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Generate distribution packages from PyPI
Python OpenEdge ABL
branch: master

Merge pull request #9 from l1k/run_setup_py

Run (instead of just parsing it) to gather more data
latest commit a544e32802
@saschpe authored
Failed to load latest commit information.
doc Enhance tox.ini
py2pack Quote %doc filenames if they contain shell metacharacters
scripts Add a license header to the py2pack script and PEP-8'ify it.
.gitignore Ignore coverage and nosetests.xml
.travis.yml Adjust Travis CI build
AUTHORS Renamed to 'py2pack', some minor improvements along the way.
LICENSE Renamed 'COPYING' to 'LICENSE'. Rename SPDX license map
README.rst fix indentation in README
requirements.txt Use setuptools instead of distutils in _run_setup_py()
setup.cfg Add setup.cfg to build wheels Add py26 trove classifier
test-requirements.txt Fix license detection when license is None
tox.ini Change 'flake8' to 'pep8' target


Py2pack: Generate distribution packages from PyPI

This script allows to generate RPM spec or DEB dsc files from Python modules. It allows to list Python modules or search for them on the Python Package Index (PyPI). Conveniently, it can fetch tarballs and changelogs making it an universal tool to package Python modules.


To install py2pack from the Python Package Index, simply:

$ pip install py2pack

Or, if you absolutely must:

$ easy_install py2pack

But, you really shouldn't do that. Lastly, you can check your distro of choice if they provide packages. For openSUSE, you can find packages in the Open Build Service for all releases. If you happen to use openSUSE:Factory (the rolling release / development version), simply:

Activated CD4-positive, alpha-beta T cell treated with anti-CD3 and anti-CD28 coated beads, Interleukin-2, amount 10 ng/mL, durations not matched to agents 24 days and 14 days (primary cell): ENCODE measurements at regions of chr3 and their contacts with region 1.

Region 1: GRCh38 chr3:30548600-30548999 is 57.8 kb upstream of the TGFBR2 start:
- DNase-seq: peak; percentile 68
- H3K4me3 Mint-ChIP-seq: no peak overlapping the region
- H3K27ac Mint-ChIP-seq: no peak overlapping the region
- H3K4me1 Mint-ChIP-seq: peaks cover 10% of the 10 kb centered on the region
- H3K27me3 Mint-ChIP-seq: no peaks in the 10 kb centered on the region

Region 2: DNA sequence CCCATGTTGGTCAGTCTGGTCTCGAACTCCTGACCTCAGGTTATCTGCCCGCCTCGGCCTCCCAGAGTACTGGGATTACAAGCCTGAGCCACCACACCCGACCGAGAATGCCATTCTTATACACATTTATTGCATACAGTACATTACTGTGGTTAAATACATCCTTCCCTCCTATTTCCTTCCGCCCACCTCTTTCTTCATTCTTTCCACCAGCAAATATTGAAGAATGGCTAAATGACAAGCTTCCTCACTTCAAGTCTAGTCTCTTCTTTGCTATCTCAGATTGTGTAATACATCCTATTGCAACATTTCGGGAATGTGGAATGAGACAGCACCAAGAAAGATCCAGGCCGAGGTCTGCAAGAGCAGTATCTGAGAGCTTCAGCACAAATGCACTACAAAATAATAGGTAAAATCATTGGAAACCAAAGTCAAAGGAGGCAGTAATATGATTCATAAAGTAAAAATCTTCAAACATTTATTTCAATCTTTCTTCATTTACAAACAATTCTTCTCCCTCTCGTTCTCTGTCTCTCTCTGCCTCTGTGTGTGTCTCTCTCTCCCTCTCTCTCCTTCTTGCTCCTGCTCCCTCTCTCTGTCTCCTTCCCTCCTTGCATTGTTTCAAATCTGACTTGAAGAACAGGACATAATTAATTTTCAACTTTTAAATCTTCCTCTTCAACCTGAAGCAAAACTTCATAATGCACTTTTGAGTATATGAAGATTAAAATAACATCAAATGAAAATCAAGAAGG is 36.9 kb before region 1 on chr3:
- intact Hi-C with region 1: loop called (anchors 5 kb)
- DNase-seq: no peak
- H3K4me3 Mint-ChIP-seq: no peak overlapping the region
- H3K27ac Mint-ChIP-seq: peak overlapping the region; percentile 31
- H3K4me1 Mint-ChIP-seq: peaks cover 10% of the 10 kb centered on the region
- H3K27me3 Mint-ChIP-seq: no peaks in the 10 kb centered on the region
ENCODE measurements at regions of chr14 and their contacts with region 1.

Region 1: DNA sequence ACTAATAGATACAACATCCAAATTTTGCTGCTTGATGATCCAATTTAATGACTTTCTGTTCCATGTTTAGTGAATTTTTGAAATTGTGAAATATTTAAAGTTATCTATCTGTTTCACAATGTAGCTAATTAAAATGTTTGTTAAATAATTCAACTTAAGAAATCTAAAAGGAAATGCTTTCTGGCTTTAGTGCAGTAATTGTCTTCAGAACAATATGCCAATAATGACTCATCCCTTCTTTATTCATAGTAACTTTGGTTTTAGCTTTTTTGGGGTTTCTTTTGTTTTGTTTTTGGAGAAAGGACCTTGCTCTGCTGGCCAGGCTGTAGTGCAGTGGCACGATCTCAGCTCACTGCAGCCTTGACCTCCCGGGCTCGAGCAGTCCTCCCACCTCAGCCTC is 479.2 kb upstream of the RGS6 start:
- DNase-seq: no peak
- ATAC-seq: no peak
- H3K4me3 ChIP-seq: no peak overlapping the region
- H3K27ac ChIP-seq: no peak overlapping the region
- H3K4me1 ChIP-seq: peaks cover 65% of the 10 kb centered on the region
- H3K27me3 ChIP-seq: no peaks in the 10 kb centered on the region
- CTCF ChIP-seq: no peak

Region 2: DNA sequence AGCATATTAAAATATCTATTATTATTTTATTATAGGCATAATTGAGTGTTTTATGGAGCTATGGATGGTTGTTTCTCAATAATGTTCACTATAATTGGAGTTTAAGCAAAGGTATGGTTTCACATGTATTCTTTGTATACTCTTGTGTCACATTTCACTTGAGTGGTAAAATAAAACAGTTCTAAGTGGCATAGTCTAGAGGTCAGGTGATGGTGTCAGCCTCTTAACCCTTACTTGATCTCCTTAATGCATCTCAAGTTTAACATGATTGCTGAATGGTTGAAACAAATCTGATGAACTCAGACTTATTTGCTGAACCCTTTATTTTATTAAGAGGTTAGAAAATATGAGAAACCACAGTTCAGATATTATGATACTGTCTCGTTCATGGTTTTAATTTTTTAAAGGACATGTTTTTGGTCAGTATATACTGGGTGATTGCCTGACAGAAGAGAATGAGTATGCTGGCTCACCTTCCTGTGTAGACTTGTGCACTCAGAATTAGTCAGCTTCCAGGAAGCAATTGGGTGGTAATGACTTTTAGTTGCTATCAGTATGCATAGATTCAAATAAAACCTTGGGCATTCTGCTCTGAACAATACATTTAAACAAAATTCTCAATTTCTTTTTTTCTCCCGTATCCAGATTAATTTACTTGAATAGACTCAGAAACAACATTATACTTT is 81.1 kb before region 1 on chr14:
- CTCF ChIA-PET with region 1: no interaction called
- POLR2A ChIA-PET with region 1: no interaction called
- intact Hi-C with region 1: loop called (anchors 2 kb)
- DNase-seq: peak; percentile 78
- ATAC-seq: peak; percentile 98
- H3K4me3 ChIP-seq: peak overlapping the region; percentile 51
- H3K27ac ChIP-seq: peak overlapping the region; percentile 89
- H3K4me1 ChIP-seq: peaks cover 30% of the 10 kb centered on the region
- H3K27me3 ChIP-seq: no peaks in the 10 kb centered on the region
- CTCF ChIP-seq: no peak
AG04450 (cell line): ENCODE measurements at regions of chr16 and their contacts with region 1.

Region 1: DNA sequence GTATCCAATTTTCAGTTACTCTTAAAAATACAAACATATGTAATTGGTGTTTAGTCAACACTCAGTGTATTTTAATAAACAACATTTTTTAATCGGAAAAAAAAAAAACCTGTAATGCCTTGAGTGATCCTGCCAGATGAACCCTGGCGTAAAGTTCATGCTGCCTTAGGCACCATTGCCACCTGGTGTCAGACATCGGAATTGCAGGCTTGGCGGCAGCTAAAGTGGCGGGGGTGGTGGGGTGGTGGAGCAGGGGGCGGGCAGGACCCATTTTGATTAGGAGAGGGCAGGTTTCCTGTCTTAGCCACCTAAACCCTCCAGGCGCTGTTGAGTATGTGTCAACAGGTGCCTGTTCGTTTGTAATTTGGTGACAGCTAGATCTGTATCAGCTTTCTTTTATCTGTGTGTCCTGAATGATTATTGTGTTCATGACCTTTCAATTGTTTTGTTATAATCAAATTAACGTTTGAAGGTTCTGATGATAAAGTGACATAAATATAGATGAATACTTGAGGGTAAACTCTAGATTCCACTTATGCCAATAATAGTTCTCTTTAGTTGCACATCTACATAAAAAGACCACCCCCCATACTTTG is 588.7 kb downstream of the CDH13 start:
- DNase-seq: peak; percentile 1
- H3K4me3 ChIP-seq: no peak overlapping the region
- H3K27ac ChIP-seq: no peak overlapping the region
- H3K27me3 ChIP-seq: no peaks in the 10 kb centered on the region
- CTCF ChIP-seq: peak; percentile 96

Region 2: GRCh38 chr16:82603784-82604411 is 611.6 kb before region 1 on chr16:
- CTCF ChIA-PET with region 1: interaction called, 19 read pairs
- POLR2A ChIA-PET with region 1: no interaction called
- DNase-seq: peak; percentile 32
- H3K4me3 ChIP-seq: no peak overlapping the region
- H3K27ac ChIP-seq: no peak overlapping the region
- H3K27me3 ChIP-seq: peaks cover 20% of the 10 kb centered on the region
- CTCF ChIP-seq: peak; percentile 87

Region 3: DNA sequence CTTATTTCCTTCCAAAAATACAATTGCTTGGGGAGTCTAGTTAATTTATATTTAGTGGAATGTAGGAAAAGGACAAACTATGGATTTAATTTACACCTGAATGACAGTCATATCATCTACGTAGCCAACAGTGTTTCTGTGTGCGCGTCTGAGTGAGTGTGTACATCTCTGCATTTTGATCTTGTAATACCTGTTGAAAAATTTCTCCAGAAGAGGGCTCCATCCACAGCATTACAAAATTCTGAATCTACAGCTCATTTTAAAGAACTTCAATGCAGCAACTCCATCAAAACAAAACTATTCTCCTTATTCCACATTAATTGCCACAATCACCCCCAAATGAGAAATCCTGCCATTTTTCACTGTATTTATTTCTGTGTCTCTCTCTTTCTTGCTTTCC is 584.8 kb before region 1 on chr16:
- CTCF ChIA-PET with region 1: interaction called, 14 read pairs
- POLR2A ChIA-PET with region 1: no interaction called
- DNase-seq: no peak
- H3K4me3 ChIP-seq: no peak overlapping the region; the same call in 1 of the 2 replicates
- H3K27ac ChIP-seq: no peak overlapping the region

$ sudo zypper install python-py2pack


Lets suppose you want to package zope.interface and you don't know how it is named exactly. First of all, you can search for it and download the source tarball if you found the correct module:

$ py2pack search zope.interface
searching for module zope.interface...
found zope.interface-3.6.1
$ py2pack fetch zope.interface
downloading package zope.interface-3.6.1...

As a next step you may want to generate a package recipe for your distribution. For RPM-based distributions (let's use openSUSE as an example), you want to generate a spec file (named 'python-zope.interface.spec'):

$ py2pack generate zope.interface -t opensuse.spec -f python-zope.interface.spec

The source tarball and the package recipe is all you need to generate the RPM (or DEB) file. This final step may depend on which distribution you use. Again, for openSUSE (and by using the Open Build Service), the complete recipe is:

$ osc mkpac python-zope.interface
$ cd python-zope.interface
$ py2pack fetch zope.interface
$ py2pack generate zope.interface -f python-zope.interface.spec
$ osc build

Depending on the module, you may have to adapt the resulting spec file slightly. To get further help about py2pack usage, issue the following command:

$ py2pack help

Hacking and contributing

You can test py2pack from your git checkout by executing the py2pack module:

$ python -m py2pack

Fork the repository on Github to start making your changes to the master branch (or branch off of it). Don't forget to write a test for fixed issues or implemented features whenever appropriate. You can invoke the testsuite from the repository root directory via:

$ python test

Or by running nose directly:

$ nosetests

Both assume you have the test dependencies installed (available on PYTHONPATH) on your system. If that doesn't work for you, you can create a virtual environment instead:

$ virtualenv .venv
$ source .venv/bin/activate
(.venv)$ pip install -r test-requirements.txt
(.venv)$ nosetests

Lastly, if using virtualenv is too tedious or you want to test different configurations (py27, py33, pep8), you can also use tox:

$ tox
  1. 2013 Sascha Peilicke.

GPLv2, see LICENSE for more details.

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